Centers of Excellence Primary Care Education
Transforming clinical education and preparing health professionals
Coordinating Center BLAST News Links November 29, 2012
ACTIONS: Nothing This Week!
Note: The Institute of Medicine Global Forum on Innovation in Health Professional Education be broadcast live this week Thursday and Friday. Dr’s. Malcolm Cox of OAA and Kathy Rugen of the Centers of Excellence Coordinating Center will be presenting on Friday, November 30th. View
Boise Center of Excellence, Primary Care Education Holds First Interprofessional Training Retreat
Boise Center of Excellence Primary Care Education hosted an interprofessional training retreat in September. The retreat was lead by Boise’s CoE co-director, Melanie Nash MSN, NP-C and held at the Barber Park Event Center with 35 champions in attendance. Due to Barber Park and Boise’s highly nature-centered atmosphere, the retreat was named Distinctly Idaho: An Organic Approach to Team Development.
Following retreat introductions, Kattie Payne, PHD RN and Scott Smith, MD, Boise CoE co-director, presented the Boise EFECT model pilot to the group. (The EFECT model is a five-step framework: Elicit narrative, Facilitate group meeting, Evidence-based gap analysis, Care plan, Track effectiveness). Melanie describes this model as “a way for a team to work together on behalf of a patient, see the different perspectives that each team member brings to that patient’s care, and to develop a plan with the team and the patient.”
To help illustrate this model and bring it into perspective for the team members, Melanie employed the help of a local thespian group, Shakespeare Idaho. The actors offered team-building exercises that appeared nonsensical at times, but it brought the team together through creating a sense of relaxation while illustrating key points. Other useful activities involved verbal and non-verbal communication that stressed the importance of paying attention and focusing on someone who is communicating with you.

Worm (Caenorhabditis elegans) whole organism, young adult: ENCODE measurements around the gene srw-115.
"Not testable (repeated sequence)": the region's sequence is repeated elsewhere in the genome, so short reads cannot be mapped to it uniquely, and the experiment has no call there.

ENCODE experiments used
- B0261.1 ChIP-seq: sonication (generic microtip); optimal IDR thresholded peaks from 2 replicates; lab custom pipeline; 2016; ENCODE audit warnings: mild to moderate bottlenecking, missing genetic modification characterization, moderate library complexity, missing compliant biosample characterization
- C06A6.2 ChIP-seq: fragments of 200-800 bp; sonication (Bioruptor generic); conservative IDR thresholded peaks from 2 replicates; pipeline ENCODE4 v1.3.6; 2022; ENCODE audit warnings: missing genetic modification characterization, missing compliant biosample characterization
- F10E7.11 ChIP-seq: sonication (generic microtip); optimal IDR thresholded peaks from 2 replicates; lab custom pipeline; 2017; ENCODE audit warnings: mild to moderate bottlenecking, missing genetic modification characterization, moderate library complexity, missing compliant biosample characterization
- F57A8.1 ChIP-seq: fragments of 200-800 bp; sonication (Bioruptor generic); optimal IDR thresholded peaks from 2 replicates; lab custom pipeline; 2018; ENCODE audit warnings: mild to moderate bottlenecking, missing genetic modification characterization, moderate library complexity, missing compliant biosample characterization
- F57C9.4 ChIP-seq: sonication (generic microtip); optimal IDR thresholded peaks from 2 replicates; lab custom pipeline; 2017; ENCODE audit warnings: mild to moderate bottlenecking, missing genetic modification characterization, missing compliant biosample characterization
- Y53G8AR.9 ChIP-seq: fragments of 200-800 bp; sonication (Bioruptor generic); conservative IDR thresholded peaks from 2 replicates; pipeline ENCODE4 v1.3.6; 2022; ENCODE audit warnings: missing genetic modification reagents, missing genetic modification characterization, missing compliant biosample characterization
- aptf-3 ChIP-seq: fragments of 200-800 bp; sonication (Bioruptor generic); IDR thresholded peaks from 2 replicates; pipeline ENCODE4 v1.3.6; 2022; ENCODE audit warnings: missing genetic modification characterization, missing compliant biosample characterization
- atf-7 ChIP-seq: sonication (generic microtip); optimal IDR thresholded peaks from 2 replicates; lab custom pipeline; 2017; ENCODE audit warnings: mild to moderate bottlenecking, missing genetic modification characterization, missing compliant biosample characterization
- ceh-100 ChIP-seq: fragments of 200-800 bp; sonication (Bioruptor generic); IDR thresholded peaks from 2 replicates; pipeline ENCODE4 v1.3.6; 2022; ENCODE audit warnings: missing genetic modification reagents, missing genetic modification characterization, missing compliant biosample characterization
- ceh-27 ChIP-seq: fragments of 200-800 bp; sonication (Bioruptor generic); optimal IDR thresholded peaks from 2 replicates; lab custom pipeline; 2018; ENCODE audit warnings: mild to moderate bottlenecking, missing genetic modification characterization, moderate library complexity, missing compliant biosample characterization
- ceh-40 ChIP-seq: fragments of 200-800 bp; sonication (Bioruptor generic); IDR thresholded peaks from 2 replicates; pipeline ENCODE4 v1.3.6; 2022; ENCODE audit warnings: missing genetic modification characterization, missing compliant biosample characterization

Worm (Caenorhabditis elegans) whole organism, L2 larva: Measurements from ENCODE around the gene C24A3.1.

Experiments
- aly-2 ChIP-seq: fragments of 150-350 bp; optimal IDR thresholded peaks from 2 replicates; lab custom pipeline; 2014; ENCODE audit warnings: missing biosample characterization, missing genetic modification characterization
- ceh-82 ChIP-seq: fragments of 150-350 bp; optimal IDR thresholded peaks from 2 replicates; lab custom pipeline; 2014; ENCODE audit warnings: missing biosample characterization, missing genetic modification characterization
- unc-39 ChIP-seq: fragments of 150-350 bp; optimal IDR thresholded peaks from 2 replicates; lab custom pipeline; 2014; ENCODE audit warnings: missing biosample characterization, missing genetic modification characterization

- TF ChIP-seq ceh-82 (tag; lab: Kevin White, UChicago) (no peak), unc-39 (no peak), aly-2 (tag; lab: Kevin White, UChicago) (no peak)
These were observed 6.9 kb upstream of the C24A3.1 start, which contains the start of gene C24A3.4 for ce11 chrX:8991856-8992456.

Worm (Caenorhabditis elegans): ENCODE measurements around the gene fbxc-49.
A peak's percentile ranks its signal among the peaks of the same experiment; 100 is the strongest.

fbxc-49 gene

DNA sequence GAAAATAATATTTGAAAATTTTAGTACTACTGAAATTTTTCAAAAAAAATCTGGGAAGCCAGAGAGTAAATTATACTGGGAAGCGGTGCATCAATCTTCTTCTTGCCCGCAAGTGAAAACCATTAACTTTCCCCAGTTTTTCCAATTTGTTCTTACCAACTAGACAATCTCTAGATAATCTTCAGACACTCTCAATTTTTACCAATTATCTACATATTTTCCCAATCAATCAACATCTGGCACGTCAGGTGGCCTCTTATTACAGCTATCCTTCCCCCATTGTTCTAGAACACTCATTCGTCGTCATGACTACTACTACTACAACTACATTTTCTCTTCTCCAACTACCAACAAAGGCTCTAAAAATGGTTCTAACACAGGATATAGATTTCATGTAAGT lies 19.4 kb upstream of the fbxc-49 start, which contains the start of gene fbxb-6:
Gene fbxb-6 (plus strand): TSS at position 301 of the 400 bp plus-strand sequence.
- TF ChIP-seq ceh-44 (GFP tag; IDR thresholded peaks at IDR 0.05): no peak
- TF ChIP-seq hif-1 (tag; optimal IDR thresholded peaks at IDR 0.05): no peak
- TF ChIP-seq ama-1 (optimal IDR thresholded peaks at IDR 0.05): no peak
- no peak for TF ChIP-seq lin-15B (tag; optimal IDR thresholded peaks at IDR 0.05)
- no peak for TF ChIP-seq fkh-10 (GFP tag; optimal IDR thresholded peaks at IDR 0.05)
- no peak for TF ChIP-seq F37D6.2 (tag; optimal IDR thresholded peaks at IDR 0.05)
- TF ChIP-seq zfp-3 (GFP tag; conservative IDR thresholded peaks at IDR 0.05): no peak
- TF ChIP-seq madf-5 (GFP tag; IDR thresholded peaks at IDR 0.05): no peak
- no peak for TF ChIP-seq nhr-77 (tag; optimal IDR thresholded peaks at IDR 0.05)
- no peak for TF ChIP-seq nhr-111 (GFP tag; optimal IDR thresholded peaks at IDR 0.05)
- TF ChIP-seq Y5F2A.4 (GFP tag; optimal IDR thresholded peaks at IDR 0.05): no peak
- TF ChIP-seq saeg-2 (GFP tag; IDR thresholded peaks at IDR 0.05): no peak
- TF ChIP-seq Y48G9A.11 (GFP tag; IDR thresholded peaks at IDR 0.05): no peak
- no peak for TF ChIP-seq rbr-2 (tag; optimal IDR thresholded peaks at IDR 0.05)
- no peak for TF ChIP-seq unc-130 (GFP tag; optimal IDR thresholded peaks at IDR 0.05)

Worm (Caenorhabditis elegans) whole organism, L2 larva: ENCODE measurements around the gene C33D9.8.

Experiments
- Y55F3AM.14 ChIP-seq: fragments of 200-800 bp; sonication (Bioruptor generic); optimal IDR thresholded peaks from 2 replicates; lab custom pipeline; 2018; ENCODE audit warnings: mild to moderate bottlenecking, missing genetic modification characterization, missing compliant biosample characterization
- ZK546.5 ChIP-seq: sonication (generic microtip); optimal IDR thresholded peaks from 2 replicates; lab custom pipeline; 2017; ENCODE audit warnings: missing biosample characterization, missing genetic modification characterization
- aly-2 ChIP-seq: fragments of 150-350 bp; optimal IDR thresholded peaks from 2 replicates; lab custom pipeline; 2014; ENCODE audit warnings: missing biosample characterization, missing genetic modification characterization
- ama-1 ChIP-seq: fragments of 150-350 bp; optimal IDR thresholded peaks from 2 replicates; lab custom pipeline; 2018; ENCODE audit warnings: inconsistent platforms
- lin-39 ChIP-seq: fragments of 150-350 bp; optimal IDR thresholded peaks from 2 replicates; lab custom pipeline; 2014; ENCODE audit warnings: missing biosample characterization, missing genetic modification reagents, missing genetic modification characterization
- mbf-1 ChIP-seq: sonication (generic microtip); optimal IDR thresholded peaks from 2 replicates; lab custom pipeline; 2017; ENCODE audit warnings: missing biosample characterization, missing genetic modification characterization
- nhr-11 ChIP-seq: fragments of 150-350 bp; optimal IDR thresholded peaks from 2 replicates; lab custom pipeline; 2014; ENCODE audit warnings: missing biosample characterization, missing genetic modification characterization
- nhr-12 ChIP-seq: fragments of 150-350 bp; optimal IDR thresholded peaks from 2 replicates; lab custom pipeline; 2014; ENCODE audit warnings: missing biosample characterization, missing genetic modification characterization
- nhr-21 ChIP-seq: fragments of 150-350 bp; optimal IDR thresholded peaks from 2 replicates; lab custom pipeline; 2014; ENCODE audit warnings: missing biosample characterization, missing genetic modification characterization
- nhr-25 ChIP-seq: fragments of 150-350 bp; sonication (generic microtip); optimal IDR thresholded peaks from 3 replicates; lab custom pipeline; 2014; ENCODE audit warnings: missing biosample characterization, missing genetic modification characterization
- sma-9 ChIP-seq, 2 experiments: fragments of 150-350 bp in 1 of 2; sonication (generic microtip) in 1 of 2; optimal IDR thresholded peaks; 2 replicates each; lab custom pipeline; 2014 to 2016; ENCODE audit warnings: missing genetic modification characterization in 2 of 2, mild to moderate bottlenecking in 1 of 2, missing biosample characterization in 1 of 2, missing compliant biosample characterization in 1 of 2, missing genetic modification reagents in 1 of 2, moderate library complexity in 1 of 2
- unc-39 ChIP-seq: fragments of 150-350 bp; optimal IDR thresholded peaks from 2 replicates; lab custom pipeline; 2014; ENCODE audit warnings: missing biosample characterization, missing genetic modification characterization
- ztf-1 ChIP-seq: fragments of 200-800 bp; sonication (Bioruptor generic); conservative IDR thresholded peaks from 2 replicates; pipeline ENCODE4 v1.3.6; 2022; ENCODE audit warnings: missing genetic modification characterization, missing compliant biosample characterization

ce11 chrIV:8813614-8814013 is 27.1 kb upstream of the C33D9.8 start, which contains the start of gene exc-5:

For the second part of the day, the group broke down the play Macbeth into parts. Each group had to decide how to act out their roles to enforce team cooperation. The second day began with psychology staff member, Winslow Gerrish, PhD, discussing two different surveys regarding character and personality styles. It was optional for team members to share the results regarding their own personality and character traits as assessed by the surveys, but it had come to the point that everyone was open and willing to share about their personality and style. The activity further demonstrated every team member’s unique personality and approach to the same situation. That afternoon, a botanist came and demonstrated the different languages of communication. The botanist’s illustration, identification and classification of plants, allowed the team members to look at the evidence presented and try to communicate it to each other; this was difficult at times because many did not know the correct plant terminology. This demonstration reinforced the idea that every discipline has a different approach (and language) and supported that sometimes learning a new language can be necessary for improved communication.
Melanie reported that the retreat was a great learning opportunity leading to improved teamwork and ultimately patient care. She noted that retreat evaluations generally reflected the experience as useful and that improvements in teamwork and communication were evident almost immediately in the clinical setting. She stated that several team members have credited the team building exercises with an improved ability to approach their colleagues and dialogue about important issues and she believes that Distinctly Idaho: An Organic Approach to Team Development retreat a very valuable experience to all who were involved.
Coordinating Center Staff